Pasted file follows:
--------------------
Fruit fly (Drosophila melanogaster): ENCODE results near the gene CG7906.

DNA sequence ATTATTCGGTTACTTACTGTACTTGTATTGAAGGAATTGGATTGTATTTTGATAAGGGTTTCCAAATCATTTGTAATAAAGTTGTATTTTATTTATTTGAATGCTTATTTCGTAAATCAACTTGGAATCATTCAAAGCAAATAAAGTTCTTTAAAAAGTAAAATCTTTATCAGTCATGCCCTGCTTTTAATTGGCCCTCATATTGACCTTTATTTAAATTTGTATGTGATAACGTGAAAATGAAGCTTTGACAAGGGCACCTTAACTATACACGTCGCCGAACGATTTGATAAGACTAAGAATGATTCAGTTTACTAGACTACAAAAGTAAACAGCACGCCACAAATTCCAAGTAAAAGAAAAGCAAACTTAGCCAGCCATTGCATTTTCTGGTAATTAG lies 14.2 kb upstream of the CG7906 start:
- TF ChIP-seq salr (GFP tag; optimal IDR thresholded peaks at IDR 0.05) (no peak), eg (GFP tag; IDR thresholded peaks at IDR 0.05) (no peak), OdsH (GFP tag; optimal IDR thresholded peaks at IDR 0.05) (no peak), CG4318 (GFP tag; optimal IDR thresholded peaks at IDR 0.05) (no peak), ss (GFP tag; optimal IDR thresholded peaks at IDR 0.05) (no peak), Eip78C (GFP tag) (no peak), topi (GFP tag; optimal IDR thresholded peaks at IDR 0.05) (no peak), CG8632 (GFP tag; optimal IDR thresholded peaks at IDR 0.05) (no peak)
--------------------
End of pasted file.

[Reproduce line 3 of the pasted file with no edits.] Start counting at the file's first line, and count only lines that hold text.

- TF ChIP-seq salr (GFP tag; optimal IDR thresholded peaks at IDR 0.05) (no peak), eg (GFP tag; IDR thresholded peaks at IDR 0.05) (no peak), OdsH (GFP tag; optimal IDR thresholded peaks at IDR 0.05) (no peak), CG4318 (GFP tag; optimal IDR thresholded peaks at IDR 0.05) (no peak), ss (GFP tag; optimal IDR thresholded peaks at IDR 0.05) (no peak), Eip78C (GFP tag) (no peak), topi (GFP tag; optimal IDR thresholded peaks at IDR 0.05) (no peak), CG8632 (GFP tag; optimal IDR thresholded peaks at IDR 0.05) (no peak)